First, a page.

Pleurodira
Temporal range: Late Jurassic to present 163–present Ma
Eastern long-necked turtle
Chelodina longicollis
Scientific classification e
Kingdom: Animalia
Phylum: Chordata
Class: Reptilia
Order: Testudines
Clade: Pan-Pleurodira
Suborder: Pleurodira
Cope, 1865[1]
Synonyms[2]
  • Pleuroderes - Duméril and Bibron 1834:354[3]
  • Pleurodera - Lichtenstein 1856:2[4]
  • Pleurodera - Cope 1864:181[5]
  • Pleurodira - Cope 1865:186[1]

The Pleurodira are one of the two living suborders of turtles, the other being the Cryptodira. The division between these two suborders represents a very deep evolutionary divide between two very different types of turtles. The physical differences between them, although anatomical and largely internal, are nonetheless significant, and the zoogeographic implications of them are substantial. The Pleurodira are known more commonly as the side-necked turtles and the name Pleurodira quite literally translates to side neck, whereas the Cryptodira are known as hidden-necked turtles.[6] The Pleurodira turtles are currently restricted to freshwater habitats in the Southern Hemisphere, largely to Australia, South America, and Africa. Within the Pleurodira, three living families are represented: Chelidae, also known as the Austro-South American side-necked turtles, the Pelomedusidae, also known as the African mud terrapins, and the Podocnemididae, also known as the American side-neck river turtles.[6][7] However, they are a cosmopolitan clade across the Cretaceous and Cenozoic, and even occurred in marine environments around the world.[8][9]

Definition and description

Podocnemis unifilis, showing head retraction of Pleurodira
Podocnemis unifilis, showing head retraction of Pleurodira

The Pleurodira are identified by the method with which they withdraw their heads into their shells. In these turtles, the neck is bent in the horizontal plane, drawing the head into a space in front of one of the front legs. A larger overhang of the carapace helps to protect the neck, which remains partially exposed after retraction. This differs from the method employed by a cryptodiran, which tucks its head and neck between its forelegs, within the shell.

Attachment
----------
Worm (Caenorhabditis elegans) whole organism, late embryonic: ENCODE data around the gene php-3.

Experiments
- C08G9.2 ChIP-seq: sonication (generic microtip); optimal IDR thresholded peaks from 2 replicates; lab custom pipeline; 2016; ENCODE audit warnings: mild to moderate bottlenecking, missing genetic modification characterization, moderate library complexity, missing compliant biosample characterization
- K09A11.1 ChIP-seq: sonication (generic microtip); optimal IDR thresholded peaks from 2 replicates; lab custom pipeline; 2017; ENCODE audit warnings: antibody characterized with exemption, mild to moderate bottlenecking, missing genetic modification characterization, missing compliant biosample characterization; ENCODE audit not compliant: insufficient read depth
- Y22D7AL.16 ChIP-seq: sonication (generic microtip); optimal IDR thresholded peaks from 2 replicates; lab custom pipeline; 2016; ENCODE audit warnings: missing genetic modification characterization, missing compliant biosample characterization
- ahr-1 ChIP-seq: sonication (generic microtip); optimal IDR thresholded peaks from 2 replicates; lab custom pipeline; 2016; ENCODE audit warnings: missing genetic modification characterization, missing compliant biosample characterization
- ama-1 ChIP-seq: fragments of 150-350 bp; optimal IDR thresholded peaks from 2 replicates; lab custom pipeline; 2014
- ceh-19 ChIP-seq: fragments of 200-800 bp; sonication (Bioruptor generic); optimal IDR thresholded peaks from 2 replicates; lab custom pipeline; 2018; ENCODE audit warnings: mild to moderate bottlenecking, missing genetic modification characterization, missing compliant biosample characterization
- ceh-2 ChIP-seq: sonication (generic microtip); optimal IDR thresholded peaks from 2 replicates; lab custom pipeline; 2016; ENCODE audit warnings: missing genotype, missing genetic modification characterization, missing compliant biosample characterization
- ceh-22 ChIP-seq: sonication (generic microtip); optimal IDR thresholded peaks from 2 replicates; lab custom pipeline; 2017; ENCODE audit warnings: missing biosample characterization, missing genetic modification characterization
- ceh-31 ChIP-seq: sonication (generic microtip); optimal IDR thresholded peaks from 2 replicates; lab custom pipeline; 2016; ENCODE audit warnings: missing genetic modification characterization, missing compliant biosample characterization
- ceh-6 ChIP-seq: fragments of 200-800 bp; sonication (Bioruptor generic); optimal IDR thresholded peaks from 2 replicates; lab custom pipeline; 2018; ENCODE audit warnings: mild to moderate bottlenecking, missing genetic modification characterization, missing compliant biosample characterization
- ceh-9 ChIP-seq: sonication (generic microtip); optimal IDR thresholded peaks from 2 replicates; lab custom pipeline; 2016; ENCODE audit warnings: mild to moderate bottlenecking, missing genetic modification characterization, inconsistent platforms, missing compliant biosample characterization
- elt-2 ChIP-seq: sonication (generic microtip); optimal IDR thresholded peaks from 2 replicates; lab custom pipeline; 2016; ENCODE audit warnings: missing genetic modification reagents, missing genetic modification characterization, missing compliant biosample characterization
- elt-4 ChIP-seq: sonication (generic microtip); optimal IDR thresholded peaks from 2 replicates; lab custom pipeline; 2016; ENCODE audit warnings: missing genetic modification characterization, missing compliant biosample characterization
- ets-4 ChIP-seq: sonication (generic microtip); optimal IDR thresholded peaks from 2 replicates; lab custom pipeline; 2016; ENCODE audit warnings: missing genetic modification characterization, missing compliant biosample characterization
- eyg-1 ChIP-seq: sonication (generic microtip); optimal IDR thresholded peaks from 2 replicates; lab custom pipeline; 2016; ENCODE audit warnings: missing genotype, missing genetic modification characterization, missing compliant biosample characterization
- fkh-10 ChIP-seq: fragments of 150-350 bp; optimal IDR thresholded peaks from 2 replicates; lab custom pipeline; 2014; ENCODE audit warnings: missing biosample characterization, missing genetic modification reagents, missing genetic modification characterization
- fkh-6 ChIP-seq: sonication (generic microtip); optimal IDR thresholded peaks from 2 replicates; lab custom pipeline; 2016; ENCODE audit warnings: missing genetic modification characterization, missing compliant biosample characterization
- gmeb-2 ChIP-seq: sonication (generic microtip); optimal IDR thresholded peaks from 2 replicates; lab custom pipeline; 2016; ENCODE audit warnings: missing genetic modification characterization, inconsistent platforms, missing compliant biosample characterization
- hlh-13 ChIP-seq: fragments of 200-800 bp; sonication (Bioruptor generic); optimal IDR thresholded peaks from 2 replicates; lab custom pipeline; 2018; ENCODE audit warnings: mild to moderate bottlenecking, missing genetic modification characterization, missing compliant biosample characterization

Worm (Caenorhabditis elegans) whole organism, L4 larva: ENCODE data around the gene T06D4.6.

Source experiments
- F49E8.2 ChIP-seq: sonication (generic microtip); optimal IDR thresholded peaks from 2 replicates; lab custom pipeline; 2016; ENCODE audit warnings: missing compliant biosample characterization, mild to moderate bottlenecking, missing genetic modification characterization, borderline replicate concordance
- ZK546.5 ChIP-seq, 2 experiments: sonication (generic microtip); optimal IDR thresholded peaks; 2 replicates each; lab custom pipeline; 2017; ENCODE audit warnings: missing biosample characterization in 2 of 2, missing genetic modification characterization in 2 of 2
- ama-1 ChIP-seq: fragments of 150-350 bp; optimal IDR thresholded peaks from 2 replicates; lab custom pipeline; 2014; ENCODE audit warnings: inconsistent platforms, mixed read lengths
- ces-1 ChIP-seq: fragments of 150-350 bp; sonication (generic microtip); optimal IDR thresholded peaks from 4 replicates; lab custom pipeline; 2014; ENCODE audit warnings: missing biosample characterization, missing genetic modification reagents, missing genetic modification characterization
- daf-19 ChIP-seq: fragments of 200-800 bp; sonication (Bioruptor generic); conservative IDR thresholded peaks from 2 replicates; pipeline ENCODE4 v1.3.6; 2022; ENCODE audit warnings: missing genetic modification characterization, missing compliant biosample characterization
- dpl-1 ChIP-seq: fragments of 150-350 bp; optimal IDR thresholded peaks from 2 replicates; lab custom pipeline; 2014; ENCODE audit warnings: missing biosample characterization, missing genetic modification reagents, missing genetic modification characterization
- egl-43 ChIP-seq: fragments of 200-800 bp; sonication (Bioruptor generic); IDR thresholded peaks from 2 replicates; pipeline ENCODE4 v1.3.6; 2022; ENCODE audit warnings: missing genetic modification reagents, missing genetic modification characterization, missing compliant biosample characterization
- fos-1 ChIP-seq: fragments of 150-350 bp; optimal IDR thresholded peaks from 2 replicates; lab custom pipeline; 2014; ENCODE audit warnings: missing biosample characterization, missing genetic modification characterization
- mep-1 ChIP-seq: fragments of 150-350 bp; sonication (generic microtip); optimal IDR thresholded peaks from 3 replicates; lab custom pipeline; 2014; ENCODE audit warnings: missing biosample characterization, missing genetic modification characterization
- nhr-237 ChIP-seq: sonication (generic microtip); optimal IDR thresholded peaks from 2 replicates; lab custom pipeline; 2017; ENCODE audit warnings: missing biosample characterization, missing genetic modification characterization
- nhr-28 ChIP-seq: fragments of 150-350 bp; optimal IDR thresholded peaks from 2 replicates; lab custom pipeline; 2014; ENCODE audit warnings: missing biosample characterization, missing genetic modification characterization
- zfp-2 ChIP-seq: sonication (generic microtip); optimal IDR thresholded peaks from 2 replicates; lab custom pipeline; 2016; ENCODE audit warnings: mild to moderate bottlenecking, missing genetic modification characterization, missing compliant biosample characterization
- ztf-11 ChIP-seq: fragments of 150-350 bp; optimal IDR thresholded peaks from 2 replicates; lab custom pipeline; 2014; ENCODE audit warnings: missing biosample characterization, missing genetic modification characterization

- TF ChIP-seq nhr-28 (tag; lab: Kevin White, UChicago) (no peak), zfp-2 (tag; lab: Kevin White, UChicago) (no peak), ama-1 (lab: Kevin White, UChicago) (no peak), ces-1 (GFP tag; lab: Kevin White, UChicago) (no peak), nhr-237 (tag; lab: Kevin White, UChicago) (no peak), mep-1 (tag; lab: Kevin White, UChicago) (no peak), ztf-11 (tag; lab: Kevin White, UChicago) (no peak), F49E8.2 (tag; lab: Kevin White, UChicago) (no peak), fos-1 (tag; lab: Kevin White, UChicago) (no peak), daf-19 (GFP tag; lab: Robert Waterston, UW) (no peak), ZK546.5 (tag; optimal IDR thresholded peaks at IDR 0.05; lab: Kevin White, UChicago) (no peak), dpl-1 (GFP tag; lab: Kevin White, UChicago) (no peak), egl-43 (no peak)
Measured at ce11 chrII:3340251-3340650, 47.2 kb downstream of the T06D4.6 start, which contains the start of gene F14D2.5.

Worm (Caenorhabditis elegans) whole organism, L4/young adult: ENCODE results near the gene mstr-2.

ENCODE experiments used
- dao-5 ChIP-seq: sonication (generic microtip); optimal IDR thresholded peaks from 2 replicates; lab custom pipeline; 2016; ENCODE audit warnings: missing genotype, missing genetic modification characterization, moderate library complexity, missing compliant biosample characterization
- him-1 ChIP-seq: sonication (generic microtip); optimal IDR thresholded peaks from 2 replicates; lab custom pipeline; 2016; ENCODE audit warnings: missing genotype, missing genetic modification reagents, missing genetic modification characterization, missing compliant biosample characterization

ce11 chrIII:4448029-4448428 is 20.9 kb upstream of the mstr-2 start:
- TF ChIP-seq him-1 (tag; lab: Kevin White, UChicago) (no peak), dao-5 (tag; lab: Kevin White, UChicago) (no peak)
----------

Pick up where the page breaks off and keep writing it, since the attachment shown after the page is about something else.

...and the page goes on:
The different methods of bending the neck require completely different anatomies of the cervical vertebrae. All extant turtles studied so far have eight vertebrae in the neck.[10] In the Pleurodira, these vertebrae are narrow in cross-section and spool-shaped with biconvex centra on one or more of the cervicals.[10] These centra act as a double joint, allowing a large degree of sideways movement and providing a means of folding the neck onto itself in the lateral plane. Conversely, in the Cryptodira, the neck bones are wide and flat. The biconvex centra in some of the cryptodiran cervicals allow the neck to fold onto itself in the vertical plane.[10]

Pleurodirans also differ from cryptodirans in the emarginations of their skulls. Skull emargination provides room and anchorage for the jaw muscles. The connection points and the position of the emarginations relate to different bones of the skull.

Another difference is in the arrangement of the bones of the shell and the scutes overlaying them. Pleurodiran turtles have 13 scutes on the plastron of the shell, whereas cryptodiran turtles have only 12. The extra scute is called the intergular and is at the front of the plastron between the gular scutes. Pelomedusid turtles also possess mesoplastra, further differentiating this group.

Suction feeding

One of the three extant families in this suborder is the family Chelidae, which have a specially adapted strategy for catching prey. While the majority of the family Chelidae are omnivores there are 17 species that are carnivores;[7] Chelus fimbriatus and species of the Chelodina genus.[7] This special strategy is referred to as a gape-suck mechanism.[7][11] The turtle first opens its mouth little by little. Then, when the turtle is within striking range of the prey, it will open its mouth completely sucking in water at such a rate that the current into its mouth is too strong for prey to escape and it engulfs the prey within 0.004 seconds.[11] This strategy also circumvents issues to quick capture of underwater prey, such as resistance to rapid movement in water, pressure waves due to a rapid strike, and rapid water intake when feeding.[11]